While Su Was Cooking

Into the fourth week of my self-declared and unforced alcohol-free world, the world is not exactly any different from before and the mind doesn’t feel as sober as I hope it would. There were people asking all sorts of questions and making snipe remarks, mostly well intentioned, I hope, ranging from “Are you ill?” “How long is this going to last?” to “So this is not to your liking?”

Su helped enforce my abstinence somewhat; and it did help, sometimes. I was able to take the car for dinners these days and I have found that the car can be a very effective excuse to refuse alcohol, though not always economical or environmental friendly. Very often, no questions were asked. Talking of cars, I drove to a lunch recently because I was running late. I was stopped by a Police road block for speeding, when I discovered I did not have my driving license with me. Instantly, I was given a breathalyzer, which was not a problem; and I got away lightly with a first level fixed penalty, namely $320 with no demerit points. The cops were reasonably polite and efficient on that occasion.

Back to sobriety, many years ago, we had a drinking friend whose normal drink was Pernod diluted with plenty of soda, but he got rather high after the first drink. While the rest of us were drinking away whisky, brandy or draught beer, he would continue with his Pernod soda for many more rounds with the same drinking demeanor as if he had only one drink. Then there was Charles, who was, and I suppose still is, quite a drinker. One day, he decided, for reasons he would not share with us, to switch the Lucozade on soda; and lo and behold, after a few rounds, he appeared rather high, as if he had had a few rounds of whisky soda. Therein could lay a few erstwhile thesis proposals, not least, “A person’s sobriety at any given time is not a function of or directly proportional to the amount of alcohol in the liquid he imbibes at the time, but rather to the total amount of liquid intake and to the summation of the alcohol intake of the people with whom he imbibes the liquid at the time.” I am more than happy to find supervisors for this high level academic work.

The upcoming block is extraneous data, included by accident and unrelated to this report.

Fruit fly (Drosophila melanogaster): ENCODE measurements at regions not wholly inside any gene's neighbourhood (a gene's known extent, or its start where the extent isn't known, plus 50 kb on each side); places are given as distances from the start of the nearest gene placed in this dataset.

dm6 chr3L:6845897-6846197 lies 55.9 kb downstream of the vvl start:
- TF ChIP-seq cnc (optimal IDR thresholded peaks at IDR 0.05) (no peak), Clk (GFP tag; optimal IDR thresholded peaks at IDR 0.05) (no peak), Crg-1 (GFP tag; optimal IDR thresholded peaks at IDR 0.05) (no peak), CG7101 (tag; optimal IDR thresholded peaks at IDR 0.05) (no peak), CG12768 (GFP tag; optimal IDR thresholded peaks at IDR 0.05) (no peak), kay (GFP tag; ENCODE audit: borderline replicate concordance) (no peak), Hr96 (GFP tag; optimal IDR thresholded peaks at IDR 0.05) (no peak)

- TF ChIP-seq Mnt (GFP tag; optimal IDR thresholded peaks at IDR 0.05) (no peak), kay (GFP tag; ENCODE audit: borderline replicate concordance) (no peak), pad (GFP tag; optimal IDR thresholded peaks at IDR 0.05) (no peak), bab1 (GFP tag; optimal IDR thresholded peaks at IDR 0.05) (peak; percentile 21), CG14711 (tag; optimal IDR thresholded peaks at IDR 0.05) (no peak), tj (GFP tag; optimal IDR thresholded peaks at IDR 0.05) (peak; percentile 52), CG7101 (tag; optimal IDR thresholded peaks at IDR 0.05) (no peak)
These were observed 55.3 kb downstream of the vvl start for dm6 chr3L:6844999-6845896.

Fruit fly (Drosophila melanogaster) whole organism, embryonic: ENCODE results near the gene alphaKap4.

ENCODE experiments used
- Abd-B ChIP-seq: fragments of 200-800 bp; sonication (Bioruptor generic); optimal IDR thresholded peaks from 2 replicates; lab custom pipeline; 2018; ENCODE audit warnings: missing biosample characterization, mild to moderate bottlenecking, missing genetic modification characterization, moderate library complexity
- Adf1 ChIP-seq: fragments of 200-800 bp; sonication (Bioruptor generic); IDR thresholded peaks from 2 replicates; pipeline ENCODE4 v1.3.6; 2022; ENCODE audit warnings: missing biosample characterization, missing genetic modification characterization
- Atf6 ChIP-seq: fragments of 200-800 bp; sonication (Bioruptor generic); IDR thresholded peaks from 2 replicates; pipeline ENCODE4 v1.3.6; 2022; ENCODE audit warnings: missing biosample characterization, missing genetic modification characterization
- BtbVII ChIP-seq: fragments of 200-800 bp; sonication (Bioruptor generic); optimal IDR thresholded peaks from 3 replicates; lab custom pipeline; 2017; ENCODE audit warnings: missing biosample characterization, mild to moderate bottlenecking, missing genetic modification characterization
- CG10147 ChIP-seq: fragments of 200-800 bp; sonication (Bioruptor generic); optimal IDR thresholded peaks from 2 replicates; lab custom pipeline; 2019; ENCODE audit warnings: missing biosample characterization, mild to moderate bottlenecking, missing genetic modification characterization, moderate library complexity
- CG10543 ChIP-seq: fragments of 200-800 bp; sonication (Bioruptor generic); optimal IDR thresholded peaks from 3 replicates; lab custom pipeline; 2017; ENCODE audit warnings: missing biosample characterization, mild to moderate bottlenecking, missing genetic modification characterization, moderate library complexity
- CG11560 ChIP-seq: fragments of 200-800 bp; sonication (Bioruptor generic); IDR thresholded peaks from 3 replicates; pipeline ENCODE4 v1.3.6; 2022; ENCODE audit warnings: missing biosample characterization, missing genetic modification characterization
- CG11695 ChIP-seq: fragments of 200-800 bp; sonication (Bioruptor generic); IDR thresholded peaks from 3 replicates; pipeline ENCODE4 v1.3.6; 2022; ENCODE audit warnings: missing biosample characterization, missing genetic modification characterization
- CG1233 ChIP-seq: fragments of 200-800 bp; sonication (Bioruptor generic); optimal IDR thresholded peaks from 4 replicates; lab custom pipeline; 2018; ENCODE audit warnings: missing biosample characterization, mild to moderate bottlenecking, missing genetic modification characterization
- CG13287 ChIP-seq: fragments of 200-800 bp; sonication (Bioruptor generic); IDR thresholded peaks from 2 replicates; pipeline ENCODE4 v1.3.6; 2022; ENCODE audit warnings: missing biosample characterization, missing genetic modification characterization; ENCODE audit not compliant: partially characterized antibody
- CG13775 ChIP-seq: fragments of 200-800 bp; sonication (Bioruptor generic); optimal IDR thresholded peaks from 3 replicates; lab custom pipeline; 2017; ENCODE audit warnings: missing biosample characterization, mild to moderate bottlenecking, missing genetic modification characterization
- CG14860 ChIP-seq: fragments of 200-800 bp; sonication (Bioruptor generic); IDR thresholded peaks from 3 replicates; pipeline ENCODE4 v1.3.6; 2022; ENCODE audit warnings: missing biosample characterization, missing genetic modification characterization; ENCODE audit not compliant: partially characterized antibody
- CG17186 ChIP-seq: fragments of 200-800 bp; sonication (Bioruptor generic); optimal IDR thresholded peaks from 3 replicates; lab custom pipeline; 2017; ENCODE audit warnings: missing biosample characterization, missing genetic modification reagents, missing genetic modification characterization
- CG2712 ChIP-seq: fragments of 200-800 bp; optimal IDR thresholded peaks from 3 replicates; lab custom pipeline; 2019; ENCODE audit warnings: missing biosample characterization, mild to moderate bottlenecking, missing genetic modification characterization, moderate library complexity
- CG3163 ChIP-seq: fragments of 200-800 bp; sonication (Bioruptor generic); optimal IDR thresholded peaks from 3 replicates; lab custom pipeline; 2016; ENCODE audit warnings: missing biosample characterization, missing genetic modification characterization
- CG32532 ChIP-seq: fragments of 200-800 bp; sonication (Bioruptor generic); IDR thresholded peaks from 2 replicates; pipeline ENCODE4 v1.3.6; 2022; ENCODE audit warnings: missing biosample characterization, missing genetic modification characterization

I had actually not been well for a week. It could be the weather or the lack of alcohol in the constitution, but I had been coughing with upper respiratory tract infection, except that I did not have a temperature. Thank God. I recall the time I was in QMH when the nursing staff repeatedly asked me for samples of phlegm, but which the body could not produce. They would have aplenty if they asked me now. The body is indeed funny, or more correctly, mysterious.

I was sitting next to an 86-yeard old gentleman at lunch yesterday, a Mr. Chan who was from Dongguan but who had resided in Guangzhou for most of his adult life. He came to the funeral of Su’s Aunt, sister of her mother. Mr. Chan was the classmate of David, husband of the deceased aunt, but David could not be at the funeral because he is under institutional care. He was at the vigil the day before; and it was a lot of work for a lot of people to move David to the funeral home and back. Mr. Chan and a number of David’s classmates were at the funeral and at the lunch afterwards, which was why I was sitting next to him. All these classmates were well read and had seen the world and well into their eighties. Mr. Chan, for example, followed his parents to Indonesia very young, but later went back to Guangzhou where he met David and was indeed his roommate in high school. David went back to Indonesia after his studies while Mr. Chan remained in Guangzhou. He said he had lost 99% of his Indonesian language, but he was very healthy, conversational and sociable. He ate more than I did and had beer. He ate, for example, bothe the head and tail of the fish and claimed the chicken”s bishop”s nose, but was adamant that the part was not genuine. He bragged to me about his gastronomical feats. I conceded gracefully, adding that I was not well.